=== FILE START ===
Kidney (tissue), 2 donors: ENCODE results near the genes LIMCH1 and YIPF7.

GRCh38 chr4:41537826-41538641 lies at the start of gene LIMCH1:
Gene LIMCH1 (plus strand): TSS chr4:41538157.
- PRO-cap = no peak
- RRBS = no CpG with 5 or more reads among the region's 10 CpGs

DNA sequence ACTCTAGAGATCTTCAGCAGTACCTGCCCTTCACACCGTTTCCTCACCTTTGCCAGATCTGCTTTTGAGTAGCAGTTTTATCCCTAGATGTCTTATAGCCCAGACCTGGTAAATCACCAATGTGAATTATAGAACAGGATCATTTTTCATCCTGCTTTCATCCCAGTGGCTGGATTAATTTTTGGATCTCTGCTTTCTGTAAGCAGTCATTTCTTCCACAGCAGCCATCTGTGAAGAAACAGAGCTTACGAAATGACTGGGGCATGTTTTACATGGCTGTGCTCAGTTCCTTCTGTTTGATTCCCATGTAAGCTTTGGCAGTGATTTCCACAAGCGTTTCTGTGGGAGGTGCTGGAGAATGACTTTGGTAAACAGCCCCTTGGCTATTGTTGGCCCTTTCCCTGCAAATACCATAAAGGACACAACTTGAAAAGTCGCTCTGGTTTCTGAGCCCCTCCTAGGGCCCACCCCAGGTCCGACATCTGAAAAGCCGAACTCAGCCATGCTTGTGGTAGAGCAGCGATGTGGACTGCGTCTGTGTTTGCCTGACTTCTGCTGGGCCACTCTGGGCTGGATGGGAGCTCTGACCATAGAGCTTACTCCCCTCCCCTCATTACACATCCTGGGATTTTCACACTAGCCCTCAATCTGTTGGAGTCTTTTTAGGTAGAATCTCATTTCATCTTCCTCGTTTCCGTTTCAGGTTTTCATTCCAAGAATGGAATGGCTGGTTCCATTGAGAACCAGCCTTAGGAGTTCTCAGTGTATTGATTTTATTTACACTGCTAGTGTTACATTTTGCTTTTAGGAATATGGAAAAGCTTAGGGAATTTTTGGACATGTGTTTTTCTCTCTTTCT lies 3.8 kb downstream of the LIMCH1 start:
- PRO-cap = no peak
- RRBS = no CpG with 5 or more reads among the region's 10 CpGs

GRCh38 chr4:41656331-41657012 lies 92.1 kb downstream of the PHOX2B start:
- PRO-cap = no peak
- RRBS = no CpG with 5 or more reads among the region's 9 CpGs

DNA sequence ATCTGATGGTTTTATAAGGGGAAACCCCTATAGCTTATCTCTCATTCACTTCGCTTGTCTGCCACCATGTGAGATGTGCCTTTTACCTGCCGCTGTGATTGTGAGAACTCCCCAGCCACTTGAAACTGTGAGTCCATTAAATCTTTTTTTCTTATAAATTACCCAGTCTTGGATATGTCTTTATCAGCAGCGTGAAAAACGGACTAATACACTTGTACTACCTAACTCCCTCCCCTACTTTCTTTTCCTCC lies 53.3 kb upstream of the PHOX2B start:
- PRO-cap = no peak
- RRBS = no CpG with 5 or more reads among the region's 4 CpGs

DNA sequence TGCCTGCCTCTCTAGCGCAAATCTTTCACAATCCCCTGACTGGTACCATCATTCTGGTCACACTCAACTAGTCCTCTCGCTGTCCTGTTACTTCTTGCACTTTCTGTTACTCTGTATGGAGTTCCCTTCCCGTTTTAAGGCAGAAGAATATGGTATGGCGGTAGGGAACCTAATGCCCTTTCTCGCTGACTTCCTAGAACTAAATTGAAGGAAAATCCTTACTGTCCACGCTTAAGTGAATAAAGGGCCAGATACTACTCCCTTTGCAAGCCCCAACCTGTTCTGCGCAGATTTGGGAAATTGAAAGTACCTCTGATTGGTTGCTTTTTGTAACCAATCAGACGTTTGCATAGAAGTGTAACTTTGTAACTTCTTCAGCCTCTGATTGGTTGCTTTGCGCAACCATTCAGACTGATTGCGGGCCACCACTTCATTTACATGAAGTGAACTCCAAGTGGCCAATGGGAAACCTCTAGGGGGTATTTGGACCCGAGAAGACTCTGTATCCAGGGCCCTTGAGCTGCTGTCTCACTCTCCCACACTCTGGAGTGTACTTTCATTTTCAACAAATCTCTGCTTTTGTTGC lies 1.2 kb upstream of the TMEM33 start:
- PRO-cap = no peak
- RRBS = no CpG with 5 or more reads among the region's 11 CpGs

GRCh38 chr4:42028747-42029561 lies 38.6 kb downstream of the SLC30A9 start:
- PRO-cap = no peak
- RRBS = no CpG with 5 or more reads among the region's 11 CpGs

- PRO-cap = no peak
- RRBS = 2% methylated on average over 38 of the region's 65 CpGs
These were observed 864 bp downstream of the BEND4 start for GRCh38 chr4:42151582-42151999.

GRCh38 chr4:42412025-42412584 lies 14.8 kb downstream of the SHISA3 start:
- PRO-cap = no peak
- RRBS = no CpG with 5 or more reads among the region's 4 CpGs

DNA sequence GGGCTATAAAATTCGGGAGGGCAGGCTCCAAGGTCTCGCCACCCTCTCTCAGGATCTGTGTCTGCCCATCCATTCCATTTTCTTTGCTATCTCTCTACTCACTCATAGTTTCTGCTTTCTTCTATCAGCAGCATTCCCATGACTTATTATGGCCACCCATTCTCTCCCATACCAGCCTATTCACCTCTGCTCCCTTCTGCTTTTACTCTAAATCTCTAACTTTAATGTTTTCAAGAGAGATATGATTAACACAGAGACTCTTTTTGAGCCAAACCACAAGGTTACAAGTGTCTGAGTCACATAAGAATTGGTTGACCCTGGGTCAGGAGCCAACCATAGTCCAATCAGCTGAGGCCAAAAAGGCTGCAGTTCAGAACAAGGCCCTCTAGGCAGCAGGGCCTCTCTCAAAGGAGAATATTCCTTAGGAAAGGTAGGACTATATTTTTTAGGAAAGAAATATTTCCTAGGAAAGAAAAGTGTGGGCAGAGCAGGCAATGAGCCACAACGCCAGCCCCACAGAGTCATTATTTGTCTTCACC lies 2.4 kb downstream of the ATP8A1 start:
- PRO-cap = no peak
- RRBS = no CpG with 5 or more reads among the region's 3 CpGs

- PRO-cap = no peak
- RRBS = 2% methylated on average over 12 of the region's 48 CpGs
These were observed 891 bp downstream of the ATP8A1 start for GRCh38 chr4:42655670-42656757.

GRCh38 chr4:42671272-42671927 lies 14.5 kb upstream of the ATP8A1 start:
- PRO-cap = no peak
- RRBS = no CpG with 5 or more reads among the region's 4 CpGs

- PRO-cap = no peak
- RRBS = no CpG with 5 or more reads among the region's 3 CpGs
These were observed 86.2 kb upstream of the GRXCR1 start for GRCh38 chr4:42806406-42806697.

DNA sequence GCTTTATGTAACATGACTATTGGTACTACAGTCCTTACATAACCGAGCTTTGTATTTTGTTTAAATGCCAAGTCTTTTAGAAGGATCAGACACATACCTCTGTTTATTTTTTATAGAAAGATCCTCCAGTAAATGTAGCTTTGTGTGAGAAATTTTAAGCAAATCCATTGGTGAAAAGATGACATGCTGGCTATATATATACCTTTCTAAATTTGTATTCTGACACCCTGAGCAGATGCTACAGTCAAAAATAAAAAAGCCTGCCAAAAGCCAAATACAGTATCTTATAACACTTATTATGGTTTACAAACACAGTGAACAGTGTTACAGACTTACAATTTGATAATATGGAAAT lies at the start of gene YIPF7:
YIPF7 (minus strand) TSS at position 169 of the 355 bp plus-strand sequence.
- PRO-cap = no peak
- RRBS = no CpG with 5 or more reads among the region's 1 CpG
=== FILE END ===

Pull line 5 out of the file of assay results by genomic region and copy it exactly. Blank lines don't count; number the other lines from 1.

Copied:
- RRBS = no CpG with 5 or more reads among the region's 10 CpGs